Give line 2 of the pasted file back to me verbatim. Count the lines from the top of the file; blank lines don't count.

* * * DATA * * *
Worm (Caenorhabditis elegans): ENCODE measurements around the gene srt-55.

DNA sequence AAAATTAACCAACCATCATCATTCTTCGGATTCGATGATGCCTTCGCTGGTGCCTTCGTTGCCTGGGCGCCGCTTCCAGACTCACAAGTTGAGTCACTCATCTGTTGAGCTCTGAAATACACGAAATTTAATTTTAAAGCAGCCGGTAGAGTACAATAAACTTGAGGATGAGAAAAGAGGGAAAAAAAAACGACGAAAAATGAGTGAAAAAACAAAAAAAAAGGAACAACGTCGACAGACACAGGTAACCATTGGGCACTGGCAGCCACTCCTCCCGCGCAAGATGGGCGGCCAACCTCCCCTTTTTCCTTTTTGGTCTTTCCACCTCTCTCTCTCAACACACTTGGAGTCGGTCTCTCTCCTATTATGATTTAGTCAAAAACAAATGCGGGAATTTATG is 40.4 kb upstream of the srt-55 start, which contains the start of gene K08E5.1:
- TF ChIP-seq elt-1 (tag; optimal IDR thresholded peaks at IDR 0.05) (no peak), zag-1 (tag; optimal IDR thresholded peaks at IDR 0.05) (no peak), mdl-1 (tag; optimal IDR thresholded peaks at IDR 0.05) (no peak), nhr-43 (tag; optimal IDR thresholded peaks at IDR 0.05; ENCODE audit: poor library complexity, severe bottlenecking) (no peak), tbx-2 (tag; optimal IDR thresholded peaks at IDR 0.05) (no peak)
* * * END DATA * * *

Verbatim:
DNA sequence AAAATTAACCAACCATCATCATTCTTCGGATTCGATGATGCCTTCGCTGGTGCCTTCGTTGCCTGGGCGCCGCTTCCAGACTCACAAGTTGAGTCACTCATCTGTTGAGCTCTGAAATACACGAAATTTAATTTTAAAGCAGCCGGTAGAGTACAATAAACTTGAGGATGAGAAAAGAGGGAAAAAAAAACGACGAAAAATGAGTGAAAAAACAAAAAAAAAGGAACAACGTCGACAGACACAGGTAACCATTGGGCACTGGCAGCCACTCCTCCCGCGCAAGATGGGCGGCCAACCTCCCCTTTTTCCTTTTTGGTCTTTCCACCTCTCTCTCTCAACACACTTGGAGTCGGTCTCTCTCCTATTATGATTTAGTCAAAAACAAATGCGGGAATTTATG is 40.4 kb upstream of the srt-55 start, which contains the start of gene K08E5.1: